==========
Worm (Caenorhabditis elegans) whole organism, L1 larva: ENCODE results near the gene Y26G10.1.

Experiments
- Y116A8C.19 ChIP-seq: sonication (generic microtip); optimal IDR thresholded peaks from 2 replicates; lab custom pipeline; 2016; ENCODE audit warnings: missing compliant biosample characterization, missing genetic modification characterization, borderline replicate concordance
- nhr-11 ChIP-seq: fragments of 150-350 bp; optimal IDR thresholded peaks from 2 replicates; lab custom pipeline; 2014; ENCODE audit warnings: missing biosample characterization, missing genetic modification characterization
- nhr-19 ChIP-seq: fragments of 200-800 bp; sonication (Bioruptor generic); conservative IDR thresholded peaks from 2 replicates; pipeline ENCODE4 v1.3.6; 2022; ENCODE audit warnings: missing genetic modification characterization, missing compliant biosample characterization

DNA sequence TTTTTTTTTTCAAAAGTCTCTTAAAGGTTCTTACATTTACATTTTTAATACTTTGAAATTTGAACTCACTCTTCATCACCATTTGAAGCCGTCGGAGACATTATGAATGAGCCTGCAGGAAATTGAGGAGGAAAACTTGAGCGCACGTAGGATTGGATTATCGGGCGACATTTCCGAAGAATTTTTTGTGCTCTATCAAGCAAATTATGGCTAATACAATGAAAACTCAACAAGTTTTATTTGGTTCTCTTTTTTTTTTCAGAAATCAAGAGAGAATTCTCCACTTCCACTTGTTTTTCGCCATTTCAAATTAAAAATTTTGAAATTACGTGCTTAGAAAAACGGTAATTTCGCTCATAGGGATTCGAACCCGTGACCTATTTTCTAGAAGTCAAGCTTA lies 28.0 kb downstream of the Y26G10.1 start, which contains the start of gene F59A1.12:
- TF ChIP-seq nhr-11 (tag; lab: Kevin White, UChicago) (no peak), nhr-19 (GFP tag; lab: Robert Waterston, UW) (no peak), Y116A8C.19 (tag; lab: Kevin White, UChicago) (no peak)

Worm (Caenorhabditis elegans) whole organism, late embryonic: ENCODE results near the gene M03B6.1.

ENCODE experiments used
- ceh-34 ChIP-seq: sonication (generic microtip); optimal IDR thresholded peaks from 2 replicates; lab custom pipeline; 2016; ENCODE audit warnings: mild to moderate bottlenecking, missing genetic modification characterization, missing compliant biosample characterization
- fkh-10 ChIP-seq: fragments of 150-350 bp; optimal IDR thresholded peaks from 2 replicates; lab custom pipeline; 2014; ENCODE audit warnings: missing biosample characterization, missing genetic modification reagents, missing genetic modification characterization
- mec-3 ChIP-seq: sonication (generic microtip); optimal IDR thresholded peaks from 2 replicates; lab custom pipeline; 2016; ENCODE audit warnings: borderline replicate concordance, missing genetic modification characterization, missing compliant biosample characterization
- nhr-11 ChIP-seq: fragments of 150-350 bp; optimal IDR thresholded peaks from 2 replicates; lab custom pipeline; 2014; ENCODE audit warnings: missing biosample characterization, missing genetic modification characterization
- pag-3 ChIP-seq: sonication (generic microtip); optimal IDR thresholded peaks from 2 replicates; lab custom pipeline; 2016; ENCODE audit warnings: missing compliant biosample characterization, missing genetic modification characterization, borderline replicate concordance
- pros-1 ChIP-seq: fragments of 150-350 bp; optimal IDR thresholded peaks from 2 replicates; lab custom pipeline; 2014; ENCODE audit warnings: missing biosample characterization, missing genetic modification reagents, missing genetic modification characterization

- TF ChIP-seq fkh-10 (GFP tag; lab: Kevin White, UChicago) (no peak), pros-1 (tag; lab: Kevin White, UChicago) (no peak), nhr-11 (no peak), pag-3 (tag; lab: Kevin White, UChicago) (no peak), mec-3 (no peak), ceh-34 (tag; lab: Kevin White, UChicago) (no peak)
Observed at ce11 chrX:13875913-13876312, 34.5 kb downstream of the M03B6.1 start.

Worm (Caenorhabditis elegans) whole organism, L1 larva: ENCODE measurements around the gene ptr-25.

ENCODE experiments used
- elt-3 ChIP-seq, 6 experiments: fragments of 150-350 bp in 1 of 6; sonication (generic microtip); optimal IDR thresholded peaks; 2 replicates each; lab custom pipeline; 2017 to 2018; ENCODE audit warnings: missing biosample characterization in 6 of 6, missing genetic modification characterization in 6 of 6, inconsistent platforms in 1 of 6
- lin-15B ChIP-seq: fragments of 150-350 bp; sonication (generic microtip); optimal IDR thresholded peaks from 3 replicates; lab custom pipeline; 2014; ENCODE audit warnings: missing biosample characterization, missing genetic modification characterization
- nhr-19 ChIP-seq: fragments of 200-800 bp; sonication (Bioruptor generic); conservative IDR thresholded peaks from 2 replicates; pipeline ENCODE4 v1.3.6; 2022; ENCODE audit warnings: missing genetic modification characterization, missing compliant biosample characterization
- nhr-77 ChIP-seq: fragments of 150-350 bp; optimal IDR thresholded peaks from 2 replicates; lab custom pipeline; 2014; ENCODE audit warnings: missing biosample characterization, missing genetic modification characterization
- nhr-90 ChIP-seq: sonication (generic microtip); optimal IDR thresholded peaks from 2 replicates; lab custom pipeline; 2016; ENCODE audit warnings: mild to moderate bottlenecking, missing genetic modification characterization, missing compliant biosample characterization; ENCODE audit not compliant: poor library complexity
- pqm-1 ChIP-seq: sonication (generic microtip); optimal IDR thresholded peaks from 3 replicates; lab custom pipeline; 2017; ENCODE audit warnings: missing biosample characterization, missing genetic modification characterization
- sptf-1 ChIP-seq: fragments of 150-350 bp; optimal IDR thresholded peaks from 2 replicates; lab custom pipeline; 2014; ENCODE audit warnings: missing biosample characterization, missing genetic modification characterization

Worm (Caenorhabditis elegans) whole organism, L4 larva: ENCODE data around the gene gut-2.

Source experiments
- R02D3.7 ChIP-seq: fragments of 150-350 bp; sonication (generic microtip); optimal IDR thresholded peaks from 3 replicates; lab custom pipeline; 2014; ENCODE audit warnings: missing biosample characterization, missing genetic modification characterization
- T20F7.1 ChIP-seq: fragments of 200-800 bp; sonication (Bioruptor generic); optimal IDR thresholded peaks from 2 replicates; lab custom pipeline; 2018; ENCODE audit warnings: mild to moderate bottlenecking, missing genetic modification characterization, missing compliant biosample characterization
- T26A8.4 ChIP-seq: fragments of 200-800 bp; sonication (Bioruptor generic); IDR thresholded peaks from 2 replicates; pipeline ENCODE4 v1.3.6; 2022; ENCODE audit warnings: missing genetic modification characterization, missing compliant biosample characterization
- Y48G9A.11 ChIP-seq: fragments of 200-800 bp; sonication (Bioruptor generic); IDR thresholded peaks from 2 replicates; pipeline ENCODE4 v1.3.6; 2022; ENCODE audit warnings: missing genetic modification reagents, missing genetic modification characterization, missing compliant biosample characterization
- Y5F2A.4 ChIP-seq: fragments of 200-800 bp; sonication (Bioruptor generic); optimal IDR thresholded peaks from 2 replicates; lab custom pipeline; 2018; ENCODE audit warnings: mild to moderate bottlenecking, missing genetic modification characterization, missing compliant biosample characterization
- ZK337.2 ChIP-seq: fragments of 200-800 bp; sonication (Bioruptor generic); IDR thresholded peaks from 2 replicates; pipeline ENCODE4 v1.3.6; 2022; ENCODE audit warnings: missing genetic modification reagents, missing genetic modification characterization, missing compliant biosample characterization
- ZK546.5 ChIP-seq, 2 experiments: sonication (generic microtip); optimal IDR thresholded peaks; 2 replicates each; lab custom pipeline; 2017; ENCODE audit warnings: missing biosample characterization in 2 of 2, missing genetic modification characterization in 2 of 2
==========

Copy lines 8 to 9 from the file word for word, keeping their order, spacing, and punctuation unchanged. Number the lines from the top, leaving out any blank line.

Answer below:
Worm (Caenorhabditis elegans) whole organism, late embryonic: ENCODE results near the gene M03B6.1.

ENCODE experiments used